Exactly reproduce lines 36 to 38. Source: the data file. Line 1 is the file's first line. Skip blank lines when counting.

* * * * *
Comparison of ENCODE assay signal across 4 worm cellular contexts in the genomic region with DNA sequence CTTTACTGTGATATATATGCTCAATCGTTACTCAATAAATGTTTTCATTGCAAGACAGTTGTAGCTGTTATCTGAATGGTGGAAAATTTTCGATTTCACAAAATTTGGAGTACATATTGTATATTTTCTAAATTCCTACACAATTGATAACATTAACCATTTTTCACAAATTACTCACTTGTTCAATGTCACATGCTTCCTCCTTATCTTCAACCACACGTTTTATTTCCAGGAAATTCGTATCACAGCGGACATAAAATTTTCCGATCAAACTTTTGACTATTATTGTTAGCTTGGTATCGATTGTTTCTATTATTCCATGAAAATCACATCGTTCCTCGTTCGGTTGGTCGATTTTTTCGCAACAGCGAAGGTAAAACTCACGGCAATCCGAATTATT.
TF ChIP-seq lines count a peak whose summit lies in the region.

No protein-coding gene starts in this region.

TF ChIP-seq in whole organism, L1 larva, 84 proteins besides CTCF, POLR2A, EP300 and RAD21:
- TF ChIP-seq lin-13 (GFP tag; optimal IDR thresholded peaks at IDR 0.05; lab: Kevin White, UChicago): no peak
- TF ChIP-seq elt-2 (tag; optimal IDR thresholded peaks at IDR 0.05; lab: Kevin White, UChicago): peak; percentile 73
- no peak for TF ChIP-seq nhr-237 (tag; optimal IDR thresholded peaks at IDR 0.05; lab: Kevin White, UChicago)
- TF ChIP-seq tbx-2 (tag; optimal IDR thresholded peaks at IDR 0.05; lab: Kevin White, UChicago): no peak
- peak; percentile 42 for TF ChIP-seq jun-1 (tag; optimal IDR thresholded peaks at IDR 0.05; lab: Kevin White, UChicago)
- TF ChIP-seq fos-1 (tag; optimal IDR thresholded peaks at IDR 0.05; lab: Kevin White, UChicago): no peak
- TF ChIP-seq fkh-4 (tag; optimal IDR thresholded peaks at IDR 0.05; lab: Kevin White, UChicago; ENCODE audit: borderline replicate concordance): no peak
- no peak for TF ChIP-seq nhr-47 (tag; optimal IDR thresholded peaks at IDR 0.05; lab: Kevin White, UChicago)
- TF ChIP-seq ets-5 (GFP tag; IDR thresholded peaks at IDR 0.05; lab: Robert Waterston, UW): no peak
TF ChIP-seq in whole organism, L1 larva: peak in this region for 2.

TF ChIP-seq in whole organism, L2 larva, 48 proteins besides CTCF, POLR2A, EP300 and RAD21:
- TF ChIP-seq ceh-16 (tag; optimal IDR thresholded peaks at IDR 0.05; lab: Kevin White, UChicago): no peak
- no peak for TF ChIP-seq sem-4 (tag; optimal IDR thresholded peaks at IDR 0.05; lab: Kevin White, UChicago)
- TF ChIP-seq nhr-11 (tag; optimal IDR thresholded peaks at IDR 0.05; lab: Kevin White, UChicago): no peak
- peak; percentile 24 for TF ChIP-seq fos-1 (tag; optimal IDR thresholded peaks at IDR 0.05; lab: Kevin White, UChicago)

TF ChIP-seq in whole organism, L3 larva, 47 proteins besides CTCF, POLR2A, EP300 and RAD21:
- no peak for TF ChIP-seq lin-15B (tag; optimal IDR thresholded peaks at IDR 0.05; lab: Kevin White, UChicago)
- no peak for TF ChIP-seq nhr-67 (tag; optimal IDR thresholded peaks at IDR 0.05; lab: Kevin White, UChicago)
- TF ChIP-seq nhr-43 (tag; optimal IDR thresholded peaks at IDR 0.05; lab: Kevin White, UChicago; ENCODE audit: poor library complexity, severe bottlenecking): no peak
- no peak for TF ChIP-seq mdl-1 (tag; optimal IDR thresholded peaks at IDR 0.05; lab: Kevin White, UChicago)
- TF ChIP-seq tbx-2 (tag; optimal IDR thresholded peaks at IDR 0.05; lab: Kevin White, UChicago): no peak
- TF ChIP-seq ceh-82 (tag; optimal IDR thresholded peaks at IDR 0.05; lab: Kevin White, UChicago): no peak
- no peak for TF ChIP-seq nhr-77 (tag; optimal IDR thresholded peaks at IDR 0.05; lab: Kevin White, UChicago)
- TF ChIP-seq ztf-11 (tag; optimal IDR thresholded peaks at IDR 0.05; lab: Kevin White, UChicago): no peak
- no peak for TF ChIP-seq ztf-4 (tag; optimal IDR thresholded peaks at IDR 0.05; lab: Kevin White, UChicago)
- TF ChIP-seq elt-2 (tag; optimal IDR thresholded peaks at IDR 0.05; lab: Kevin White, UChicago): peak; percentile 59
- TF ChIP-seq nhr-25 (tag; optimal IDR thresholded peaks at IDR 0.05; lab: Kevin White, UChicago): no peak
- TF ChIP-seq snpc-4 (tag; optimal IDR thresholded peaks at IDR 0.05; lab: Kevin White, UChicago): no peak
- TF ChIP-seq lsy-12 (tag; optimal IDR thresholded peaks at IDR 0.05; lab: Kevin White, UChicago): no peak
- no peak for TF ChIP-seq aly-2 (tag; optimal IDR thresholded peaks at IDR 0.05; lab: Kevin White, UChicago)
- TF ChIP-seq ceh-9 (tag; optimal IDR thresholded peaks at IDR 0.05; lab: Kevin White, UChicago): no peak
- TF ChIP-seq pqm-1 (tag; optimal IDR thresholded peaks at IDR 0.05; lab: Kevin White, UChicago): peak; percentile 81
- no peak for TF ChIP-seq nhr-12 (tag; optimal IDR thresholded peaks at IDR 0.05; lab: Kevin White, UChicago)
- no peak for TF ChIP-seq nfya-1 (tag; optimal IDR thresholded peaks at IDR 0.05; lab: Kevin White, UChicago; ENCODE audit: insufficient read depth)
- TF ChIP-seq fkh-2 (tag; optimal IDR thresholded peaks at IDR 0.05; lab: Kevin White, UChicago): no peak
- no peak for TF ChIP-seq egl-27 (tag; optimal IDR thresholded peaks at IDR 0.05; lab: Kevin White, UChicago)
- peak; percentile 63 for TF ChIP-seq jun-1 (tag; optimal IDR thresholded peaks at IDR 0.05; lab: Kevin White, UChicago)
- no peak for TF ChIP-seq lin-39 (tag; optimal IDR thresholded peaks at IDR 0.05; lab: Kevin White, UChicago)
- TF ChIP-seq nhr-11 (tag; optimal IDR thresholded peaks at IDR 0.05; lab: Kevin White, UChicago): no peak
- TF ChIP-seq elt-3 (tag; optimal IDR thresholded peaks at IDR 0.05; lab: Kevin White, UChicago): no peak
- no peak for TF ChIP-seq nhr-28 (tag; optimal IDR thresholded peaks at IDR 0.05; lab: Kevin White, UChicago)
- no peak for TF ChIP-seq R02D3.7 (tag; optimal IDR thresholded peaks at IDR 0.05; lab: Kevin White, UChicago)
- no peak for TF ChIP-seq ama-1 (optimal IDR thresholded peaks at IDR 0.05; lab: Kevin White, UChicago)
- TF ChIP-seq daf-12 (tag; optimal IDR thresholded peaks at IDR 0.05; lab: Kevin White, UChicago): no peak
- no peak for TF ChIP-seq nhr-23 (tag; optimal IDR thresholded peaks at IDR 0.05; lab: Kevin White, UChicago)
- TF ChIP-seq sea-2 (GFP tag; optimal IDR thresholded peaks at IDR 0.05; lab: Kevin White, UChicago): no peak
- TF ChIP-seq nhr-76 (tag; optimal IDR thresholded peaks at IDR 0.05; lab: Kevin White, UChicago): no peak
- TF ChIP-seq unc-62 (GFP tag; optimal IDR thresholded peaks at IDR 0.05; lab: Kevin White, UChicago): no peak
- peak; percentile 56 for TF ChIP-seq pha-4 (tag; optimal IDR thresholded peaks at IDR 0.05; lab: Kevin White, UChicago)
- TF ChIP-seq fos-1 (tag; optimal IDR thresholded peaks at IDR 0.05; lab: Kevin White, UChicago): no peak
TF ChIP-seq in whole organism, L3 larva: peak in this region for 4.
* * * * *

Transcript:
- TF ChIP-seq pqm-1 (tag; optimal IDR thresholded peaks at IDR 0.05; lab: Kevin White, UChicago): peak; percentile 81
- no peak for TF ChIP-seq nhr-12 (tag; optimal IDR thresholded peaks at IDR 0.05; lab: Kevin White, UChicago)
- no peak for TF ChIP-seq nfya-1 (tag; optimal IDR thresholded peaks at IDR 0.05; lab: Kevin White, UChicago; ENCODE audit: insufficient read depth)